CHILDREN RUSH DOWN ( A LEGACY LETTER)
This letter was written when I worked in the Domestic Violence Shelter. Christmas was so special that year because my two son-in-laws, my youngest daughter, and one grandson were allowed unprecedented permission to be Santa’s elves and help me make after hours deliveries to the Confidential location for the Shelter for families.
For over an hour after their arrival at the shelter, they traversed three flights of stairs making sure that each apartment received gifts for their families. No elevator there. Being in “stealth mode” due to the sleeping children was very important. Dripping with sweat but very happy, it was a wonderful sharing of the Christmas spirit and the conspiratorial nature of having to keep the secret. Even my young grandson Jared understood that to keep the families safe meant keeping that secret location “a secret“.
I wrote this account of that night’s events for a Holiday Letter contest for our local paper. It is as follows:
HOLIDAY LETTERS: Children Rush Down
My favorite time of the holidays is that magical time when all the children have gone to bed at the Domestic Violence Shelter. Only Santa knows the confidential location and he always arrives with perfect timing when the last child has shut his eyes. I love that he also surprises the moms who think they won’t have anything, and actually some haven’t had even one gift in years. Early Christmas morning there are moms trekking to the office; they stammer thanks, show surprise, and shed tears. The children rush down to tell me that they are so relieved because, despite all my assurances, they were sure Santa would not find them.
Unexpected “heroes” make this possible, like the skinny 16-year-old who volunteered to help load gifts despite owning no coat, gloves, or hat. The CEO who arrived Christmas Eve at the agency headquarters in a Corvette to cover the last-minute admission of a family who needed gifts. He shopped himself to assist Santa.
Embarrassed, there was the mom who had told her kids there was no such thing as Santa but then got up in the middle of the night, saw all the gifts, and asked to have paper to make a Christmas tree to put them under. She had no idea there would be so much.
Very dear were the clients who stood in awe when the snow started exactly at midnight and said, “It figures, because this is a real Christmas.”
WHY SO MUCH? ( A LEGACY EDITORIAL LETTER )
This is a guest editorial I wrote on behalf of the Domestic Violence Program I worked with, in response to getting gifts for the Family Domestic Violence Shelter. It also is in response to the over abundant gift giving we had which took truck loads to the shelter and left us enough “left overs” to provide birthday gifts for the shelter children for a year. (Santa said it would be okay). We were able to also serve some families that had been in shelter but were able to leave and start re-establishing homes, but had no means for a Christmas.
(Editorial) WHY SO MUCH ?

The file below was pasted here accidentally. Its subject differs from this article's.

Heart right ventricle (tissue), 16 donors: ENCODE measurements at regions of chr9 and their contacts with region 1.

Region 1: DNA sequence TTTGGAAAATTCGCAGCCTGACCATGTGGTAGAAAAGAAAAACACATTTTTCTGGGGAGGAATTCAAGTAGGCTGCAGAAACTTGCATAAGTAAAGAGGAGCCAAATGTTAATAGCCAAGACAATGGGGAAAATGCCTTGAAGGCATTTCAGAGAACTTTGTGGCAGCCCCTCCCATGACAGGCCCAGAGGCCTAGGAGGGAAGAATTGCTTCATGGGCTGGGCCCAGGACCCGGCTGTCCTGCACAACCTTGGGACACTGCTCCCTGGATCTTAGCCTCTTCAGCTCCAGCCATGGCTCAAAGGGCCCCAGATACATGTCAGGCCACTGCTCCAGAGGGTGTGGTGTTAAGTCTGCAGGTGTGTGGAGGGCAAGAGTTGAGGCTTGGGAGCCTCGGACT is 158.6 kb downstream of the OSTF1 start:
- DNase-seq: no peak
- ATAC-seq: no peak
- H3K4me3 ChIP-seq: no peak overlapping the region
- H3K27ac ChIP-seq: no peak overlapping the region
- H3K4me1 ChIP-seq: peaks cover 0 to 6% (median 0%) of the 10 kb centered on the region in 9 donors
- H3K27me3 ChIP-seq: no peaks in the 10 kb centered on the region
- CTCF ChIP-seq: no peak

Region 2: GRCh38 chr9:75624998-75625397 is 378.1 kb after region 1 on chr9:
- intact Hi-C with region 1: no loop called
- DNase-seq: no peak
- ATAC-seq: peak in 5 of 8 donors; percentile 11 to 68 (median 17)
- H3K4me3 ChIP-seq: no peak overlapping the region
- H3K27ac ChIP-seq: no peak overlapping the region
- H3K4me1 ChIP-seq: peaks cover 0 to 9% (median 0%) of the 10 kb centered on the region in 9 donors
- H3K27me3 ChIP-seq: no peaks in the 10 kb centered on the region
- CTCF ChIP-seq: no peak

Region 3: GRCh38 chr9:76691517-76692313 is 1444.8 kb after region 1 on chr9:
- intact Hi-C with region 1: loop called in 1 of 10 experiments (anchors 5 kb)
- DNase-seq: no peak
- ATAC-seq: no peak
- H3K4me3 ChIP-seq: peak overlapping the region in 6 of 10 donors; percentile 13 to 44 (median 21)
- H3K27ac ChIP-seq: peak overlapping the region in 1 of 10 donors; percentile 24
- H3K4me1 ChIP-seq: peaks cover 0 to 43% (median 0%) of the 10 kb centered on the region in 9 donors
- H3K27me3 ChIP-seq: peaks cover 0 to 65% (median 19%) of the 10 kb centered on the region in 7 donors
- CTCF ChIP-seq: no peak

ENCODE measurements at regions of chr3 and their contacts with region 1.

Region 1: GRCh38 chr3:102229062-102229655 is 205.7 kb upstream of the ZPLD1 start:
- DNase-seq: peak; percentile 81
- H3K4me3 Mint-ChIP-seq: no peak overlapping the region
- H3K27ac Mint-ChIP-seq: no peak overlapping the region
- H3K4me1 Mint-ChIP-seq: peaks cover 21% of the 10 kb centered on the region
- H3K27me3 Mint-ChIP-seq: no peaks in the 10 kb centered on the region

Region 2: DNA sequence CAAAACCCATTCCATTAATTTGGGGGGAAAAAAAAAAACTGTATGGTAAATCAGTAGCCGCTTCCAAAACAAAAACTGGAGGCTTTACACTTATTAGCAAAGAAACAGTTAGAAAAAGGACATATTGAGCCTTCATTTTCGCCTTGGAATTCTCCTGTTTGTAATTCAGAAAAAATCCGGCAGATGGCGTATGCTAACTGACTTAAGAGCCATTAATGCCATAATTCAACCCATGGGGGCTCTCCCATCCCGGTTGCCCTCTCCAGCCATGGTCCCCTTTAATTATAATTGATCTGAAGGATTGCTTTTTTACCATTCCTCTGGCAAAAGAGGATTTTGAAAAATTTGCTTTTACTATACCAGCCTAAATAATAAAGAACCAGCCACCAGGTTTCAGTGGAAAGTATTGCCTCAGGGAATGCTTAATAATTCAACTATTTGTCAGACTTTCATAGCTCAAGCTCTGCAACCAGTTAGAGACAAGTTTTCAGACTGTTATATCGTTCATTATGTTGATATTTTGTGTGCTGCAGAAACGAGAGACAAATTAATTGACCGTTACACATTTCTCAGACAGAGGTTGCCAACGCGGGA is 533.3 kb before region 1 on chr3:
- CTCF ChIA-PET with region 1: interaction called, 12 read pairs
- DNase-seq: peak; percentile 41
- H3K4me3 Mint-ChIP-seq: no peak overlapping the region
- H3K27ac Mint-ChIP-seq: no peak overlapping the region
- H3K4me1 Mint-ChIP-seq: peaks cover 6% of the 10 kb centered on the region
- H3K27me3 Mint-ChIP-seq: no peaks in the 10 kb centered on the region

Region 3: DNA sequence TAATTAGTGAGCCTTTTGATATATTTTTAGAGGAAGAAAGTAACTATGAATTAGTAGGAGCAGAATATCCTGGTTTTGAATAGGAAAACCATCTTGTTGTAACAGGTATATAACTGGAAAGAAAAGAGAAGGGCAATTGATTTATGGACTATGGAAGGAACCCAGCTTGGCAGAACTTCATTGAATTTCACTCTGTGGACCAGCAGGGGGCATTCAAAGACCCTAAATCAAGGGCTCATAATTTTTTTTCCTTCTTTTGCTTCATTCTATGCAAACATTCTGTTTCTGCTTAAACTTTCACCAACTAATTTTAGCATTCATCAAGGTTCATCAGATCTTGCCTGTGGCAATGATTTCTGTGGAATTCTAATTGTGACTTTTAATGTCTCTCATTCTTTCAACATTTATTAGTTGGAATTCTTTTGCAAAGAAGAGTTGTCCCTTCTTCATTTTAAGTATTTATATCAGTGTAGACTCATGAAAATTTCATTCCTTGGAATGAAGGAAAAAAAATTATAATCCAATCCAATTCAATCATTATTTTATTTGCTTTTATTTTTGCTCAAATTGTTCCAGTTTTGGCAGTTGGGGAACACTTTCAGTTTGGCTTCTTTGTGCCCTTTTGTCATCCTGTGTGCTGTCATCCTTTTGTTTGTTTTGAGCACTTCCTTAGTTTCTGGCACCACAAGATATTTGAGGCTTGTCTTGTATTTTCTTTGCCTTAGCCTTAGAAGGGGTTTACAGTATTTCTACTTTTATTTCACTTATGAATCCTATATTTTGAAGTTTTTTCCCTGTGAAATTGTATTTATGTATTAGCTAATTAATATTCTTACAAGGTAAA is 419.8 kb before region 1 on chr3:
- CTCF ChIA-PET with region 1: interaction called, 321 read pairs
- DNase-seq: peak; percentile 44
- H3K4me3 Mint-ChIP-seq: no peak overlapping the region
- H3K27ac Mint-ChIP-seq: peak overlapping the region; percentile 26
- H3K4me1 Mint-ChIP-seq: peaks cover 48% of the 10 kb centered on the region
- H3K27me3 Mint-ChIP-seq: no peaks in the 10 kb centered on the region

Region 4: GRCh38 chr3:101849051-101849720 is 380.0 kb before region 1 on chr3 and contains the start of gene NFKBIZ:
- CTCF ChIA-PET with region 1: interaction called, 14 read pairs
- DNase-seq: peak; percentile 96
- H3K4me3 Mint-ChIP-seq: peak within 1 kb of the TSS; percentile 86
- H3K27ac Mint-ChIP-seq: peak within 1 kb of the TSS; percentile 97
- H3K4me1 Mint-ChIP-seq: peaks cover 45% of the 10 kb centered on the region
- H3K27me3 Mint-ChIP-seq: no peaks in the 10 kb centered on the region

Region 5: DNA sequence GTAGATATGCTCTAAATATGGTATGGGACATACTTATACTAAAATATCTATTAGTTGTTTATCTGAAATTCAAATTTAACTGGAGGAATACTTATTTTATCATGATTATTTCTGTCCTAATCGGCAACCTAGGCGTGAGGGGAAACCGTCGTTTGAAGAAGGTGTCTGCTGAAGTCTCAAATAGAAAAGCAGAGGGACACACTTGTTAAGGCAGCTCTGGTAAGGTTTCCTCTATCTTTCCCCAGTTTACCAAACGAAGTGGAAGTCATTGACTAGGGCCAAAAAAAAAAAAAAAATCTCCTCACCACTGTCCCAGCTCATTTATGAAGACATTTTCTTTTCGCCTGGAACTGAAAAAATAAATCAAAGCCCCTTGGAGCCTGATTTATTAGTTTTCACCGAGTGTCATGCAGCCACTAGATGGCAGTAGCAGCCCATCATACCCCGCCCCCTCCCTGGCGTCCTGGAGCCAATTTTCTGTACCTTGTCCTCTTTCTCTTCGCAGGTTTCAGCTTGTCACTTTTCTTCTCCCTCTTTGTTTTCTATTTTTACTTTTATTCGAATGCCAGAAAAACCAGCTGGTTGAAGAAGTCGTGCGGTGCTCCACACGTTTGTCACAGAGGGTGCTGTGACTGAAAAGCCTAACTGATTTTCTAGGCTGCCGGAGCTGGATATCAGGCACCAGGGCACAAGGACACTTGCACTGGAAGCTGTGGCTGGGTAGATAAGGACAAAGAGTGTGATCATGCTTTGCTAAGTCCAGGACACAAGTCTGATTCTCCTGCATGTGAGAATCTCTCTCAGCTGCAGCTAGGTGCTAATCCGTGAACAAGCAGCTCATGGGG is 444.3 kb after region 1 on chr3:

The question asked long ago in “Miracle on 34th Street” appeared again in the gift-laden room last Saturday where we sat feverishly wrapping packages. The question “Is there a Santa Claus?” was rephrased as, “Why so much?”
It wasn’t to provoke a debate about commercialism. It was simply a statement borne of amazement. Surrounded by mounds of toys, clothes, and household items donated by a generous Q-C population, the astonished questioner was overcome.
Just then the door opened and Davenport Police Sgt. Bruce McKee walked in with another armful of gifts. This was the fourth delivery from the NorthPark Mall collection organized by Sgt. McKee. Policemen, known to dread domestic violence calls due to their danger to officers, and counselor-advocates, who often push the officers on behalf of their clients, were spending a whole day freezing together on common ground to collect toy donations for children served by Family Resources Violence Intervention and Counseling Services.
As gifts grew into colorful towers, the question was blurted out not in judgment, not in rejection, and not as a result of a belief system. “Why so much?” simply begged the question, “Is the giving so great because people care so much? Or love so much? Or have so much? Do people need so much to know love at Christmas?”
Some felt it was an expression of caring to let the victims know we can’t always stop domestic violence, but we do care it has happened to them. Some felt the victims need the “magic” of at least one memorable Christmas. Others felt it could be tinged with guilt on the part of the givers, and need on the part of the receivers.
The questioner started to answer her question by relating the wish expressed by one client that day “just to be in a safe place with my children.” But the bottom line is this. In the year of a tsunami and hurricanes Katrina and Rita, the eyes of love still fell on the hidden tragedy of pain inflicted on domestic violence victims.
Special thanks to Sgt. Bruce McKee and the Davenport Police Association and Union who organized and ran the toy collection. We also salute the employees and volunteers of Family Resources who made the wrapping and distribution of gifts possible, and finally, the families who inspire us as they continue to strive to heal and regain control of their lives.